Georgia wants to become “The Roundabout State.” You aren’t going to see an official marketing campaign for that. But a decade ago, Georgia’s Department of Transportation issued a new policy. Engineers must now seriously consider a roundabout at every intersection they redesign.

This policy is colliding with centuries-old history in the mountains north of Atlanta. A new roundabout which will circle a legend of a princess, a broken heart, and death.

Georgia was getting ready to install an improved, widened intersection along State Highway 9 in Dahlonega. And there’s a pile of rocks in the middle of the roadway.

This is a Cherokee tribe burial mound. Legend says this is final resting place of Trahlyta the Princess. And her story goes back hundreds of years.

Princess Trahlyta had a suitor, one she didn’t like very much. Like Belle from Beauty and the Beast, she rebuffed her Gaston’s advanced. But real life rarely has Disney endings, and no price rescued her. Trahlyta’s suitor kidnapped her and carried her away to a distant village. He tied her up so she couldn’t run home. He hoped to win over her heart. She died of a broken heart. As life drained from her dying body, she plead to be buried near her home. The rock pile is her final resting place.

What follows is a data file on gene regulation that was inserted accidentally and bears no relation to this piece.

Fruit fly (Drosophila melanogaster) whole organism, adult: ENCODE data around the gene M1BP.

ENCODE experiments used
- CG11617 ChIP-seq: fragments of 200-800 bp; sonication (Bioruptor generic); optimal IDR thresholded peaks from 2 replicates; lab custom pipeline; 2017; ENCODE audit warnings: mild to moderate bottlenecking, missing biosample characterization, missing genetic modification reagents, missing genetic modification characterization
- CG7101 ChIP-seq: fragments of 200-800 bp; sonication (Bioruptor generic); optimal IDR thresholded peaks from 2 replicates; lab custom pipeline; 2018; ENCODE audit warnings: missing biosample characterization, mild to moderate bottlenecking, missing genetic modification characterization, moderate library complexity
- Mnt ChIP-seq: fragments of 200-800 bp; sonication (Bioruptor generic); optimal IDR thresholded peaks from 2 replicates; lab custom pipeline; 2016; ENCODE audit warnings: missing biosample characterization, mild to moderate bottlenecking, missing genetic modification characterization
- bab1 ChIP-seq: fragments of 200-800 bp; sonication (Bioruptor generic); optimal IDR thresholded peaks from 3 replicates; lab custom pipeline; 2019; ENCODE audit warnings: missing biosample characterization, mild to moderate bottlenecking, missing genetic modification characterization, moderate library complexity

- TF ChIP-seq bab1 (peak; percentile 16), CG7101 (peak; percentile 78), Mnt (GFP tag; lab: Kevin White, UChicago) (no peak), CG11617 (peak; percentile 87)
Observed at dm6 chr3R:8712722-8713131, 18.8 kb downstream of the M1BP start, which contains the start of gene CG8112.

Engineers at Georgia DOT really don’t want to mess with history. This is where roundabouts come to the rescue.

A properly-designed roundabout has a big landscaped circle in the middle. By placing the burial mound within that circle, engineers not only avoid the burial mound — they also showcase it.

Top Ten States for Roundabouts

As the love affair with roundabouts continues to bloom in the United States, which places have the most roundabouts? A traffic engineering firm in Portland, Oregon tells Bloomberg the Top 10 states for roundabouts (per licensed driver):

  1. Wisconsin
  2. Alaska
  3. North Dakota
  4. Kansas
  5. Colorado
  6. Washington
  7. Minnesota
  8. North Carolina
  9. Indiana
  10. Montana
Road Guy Rob

Road Guy Rob

Rob is a 12-year veteran public radio reporter and talk show producer. Other staffers at the station called him the "road guy" because he kept running off to cover all the transportation stories. Rob has degrees in Geography (BS, 2010) and Civil Engineering (MS, 2018).

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